Thursday, 24 October 2019

Balance between financial asset prices and real economic activity

All financial assets derive their value from real economic assets and activity. Time and again we have seen that financial asset prices run ahead of economic activity. Hope is built into human nature - tomorrow will be better than today. One fine example of human expectations is in the price to earnings ratios. We find that prices are running ahead of earnings by many multiples and sometimes these prices get wild and beyond reason. The problem here is that whenever there is a big price correction in financial assets, it paralyses the economic system. Credit which is the lifeline of the economy dries up and there is a panic everywhere. People on the 'Main Street' who are in no way connected to or invested in financial assets are impacted. What does a poor farmer or small business man in some corner of an emerging market have to do with the 30-year mortgage backed security devised by someone in Wall Street? Prof. Damodaran in his lectures states that with the advent of media and technology, there is increased volatility in stock prices. Any market correction or bad news spreads like wildfire and there is no escape. The amount of pain inflicted on the economy is proportional to the number of people invested in the asset in question. There are more people invested in real estate than in stocks, so if there is a price correction in real estate more people suffer than if there is a price correction in stocks.

In order to insulate the economic activity from asset price bubbles, regulatory authorities have identified systemically important organisations, introduced counter-cyclical and liquidity buffers for banks and financial institutions. The effectiveness of these measures will only be known when there is next systemic crisis. (last time the regulators fell short!) To be fair to the regulators, no one can ever predict a crisis on a consistent basis. Some people get lucky sometimes but at least in the longer run, it is not materially possible to predict asset price corrections or economic crises.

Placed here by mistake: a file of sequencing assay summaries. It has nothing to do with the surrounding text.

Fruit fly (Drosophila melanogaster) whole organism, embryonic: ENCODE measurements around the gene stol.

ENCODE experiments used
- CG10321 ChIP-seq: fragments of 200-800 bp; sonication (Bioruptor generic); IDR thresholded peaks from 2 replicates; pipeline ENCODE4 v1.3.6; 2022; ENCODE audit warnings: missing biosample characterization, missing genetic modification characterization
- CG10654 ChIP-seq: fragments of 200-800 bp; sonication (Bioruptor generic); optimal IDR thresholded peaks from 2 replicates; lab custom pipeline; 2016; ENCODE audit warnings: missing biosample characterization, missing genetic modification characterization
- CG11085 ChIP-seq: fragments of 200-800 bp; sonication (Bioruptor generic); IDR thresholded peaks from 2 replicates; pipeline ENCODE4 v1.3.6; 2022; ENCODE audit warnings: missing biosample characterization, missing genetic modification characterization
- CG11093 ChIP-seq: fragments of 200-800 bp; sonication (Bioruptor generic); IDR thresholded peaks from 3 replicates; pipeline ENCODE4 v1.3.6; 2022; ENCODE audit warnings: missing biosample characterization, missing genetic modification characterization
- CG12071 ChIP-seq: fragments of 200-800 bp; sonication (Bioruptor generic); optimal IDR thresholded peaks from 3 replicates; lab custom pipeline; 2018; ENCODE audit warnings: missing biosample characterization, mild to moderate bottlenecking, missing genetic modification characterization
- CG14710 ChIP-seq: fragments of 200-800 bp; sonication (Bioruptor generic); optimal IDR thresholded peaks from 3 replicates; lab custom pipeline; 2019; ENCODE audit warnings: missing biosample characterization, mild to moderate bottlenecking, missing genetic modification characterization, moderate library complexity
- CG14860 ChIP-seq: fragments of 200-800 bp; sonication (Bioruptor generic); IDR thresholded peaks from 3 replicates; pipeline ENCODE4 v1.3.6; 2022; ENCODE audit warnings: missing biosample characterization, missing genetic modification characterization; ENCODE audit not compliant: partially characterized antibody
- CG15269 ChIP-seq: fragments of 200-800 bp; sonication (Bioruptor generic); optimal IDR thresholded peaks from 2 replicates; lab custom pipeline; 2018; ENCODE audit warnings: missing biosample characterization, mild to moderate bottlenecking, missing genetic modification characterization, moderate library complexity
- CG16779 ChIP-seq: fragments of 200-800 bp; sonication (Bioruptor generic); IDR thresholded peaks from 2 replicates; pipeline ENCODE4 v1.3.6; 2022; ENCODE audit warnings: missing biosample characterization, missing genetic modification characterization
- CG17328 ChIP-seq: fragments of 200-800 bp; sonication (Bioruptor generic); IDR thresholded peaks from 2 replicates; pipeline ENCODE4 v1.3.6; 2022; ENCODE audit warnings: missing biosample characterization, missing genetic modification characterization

To alleviate the pain of asset price corrections on the people of the 'Main Street'  we can devise warning mechanisms. For every asset class, we have asset price multiples and these are available across time. So we can compare the loan to value ratios or debt service coverage ratios for real estate across time. Similarly, for stocks and bonds we can compare price earnings multiples across time. We can device such easy to understand measures for other asset classes as well. We need to calculate such numbers on a broad market basis and disseminate them to the market participants. These numbers can also be compared across asset classes.So if five out of ten asset classes are overheating, perhaps market participants can adjust their portfolios to avoid the risk of a correction.

Dr. Rajan in his book 'Fault lines' remarks that 'Self-interest is the purest form of human emotion'. That is so true -  we are true to ourselves when we act in our own interest. Nobody wants their asset prices to drop. So when all market participants are made aware of overheating on a more prominent basis it is possible to cut down the risk to some extent. Portfolio managers can re-balance their asset allocations. Banks and financial institutions can cut down on big-ticket loans to specific sectors which are over heating. Regulators can more closely look at pockets of economy that are heating up. Small businesses, farmers and families can accumulate additional savings.

We need a concerted (global) effort to maintain the balance between financial asset prices and real economic activity.






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